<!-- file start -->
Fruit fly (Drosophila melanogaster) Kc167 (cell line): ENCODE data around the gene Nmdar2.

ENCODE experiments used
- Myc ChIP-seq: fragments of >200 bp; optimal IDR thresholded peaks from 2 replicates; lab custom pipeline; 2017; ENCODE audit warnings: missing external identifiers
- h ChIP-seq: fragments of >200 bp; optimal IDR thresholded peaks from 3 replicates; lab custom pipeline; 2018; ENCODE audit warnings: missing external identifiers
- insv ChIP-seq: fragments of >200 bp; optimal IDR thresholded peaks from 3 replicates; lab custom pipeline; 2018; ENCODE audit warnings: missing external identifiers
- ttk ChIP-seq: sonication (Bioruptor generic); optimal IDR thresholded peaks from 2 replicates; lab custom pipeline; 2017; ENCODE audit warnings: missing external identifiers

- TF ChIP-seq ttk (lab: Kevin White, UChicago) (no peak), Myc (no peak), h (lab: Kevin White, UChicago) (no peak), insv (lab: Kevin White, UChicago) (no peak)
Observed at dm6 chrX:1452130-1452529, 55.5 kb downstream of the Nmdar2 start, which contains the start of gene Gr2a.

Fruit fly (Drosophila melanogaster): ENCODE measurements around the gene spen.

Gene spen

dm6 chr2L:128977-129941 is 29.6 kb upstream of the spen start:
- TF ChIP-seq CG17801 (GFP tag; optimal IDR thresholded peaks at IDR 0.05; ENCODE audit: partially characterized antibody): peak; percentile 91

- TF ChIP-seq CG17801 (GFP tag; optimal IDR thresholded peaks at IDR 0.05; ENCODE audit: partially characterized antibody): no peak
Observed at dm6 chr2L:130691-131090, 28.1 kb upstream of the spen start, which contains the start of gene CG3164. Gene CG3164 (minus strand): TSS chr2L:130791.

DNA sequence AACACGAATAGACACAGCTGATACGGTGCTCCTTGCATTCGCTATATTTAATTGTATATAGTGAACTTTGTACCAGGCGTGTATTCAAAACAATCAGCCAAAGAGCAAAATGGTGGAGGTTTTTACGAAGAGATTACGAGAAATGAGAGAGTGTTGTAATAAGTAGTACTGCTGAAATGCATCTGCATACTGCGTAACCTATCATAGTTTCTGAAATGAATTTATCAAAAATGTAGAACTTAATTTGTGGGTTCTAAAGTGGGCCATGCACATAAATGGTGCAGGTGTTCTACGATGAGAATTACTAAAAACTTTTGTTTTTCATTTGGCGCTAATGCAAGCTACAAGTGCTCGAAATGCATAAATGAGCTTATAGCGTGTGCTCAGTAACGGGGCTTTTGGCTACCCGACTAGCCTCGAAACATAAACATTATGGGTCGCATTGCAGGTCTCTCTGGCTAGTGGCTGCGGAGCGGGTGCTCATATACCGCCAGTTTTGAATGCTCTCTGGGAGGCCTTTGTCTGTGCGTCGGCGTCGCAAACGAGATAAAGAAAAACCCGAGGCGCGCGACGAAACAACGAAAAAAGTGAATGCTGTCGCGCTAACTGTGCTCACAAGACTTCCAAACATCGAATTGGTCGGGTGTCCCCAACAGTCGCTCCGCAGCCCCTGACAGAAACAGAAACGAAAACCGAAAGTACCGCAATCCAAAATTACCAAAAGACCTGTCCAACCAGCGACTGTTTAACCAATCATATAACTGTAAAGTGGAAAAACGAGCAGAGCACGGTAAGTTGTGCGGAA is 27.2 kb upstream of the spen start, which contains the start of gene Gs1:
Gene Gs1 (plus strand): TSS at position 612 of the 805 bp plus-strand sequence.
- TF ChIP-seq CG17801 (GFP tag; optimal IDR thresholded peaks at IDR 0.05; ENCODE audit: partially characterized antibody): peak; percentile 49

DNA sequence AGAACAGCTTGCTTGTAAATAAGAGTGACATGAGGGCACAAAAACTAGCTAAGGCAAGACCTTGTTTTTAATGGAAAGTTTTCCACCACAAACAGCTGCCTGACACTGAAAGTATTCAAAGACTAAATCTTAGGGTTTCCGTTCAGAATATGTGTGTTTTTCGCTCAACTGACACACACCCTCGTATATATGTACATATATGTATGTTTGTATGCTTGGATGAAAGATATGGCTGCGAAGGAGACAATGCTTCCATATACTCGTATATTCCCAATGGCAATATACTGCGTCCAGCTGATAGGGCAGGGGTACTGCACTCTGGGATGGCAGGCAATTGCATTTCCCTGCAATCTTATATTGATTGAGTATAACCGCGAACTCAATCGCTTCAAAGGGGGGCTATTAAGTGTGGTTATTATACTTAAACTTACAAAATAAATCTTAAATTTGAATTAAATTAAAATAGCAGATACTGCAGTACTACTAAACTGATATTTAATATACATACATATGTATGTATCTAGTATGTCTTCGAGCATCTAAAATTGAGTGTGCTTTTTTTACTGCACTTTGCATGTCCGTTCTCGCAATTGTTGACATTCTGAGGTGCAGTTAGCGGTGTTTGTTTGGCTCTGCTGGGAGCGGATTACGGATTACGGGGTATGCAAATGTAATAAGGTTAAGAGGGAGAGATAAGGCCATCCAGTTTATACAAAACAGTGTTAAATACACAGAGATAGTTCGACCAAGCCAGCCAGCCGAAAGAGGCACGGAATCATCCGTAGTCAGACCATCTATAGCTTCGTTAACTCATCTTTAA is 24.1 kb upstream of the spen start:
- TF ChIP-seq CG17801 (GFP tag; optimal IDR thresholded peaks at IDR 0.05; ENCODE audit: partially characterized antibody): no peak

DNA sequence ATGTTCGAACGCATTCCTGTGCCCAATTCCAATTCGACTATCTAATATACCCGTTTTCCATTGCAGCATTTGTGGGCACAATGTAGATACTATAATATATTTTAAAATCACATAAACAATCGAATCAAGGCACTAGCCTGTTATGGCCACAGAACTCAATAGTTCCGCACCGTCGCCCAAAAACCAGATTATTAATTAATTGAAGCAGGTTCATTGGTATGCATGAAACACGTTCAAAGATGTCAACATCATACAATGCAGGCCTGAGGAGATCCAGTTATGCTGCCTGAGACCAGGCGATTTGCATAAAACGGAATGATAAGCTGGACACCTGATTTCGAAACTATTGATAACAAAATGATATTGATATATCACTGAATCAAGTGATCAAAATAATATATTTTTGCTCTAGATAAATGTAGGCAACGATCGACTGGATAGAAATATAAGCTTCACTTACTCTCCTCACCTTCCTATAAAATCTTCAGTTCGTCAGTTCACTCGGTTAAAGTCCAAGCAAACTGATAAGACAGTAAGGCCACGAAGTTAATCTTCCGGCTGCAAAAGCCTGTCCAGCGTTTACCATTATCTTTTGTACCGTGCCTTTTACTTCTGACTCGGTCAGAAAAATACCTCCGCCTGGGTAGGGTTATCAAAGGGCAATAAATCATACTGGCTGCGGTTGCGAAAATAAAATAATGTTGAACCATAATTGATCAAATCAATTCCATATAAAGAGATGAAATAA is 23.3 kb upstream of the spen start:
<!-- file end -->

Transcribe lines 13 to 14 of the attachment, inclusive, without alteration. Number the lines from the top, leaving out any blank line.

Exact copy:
- TF ChIP-seq CG17801 (GFP tag; optimal IDR thresholded peaks at IDR 0.05; ENCODE audit: partially characterized antibody): no peak
Observed at dm6 chr2L:130691-131090, 28.1 kb upstream of the spen start, which contains the start of gene CG3164. Gene CG3164 (minus strand): TSS chr2L:130791.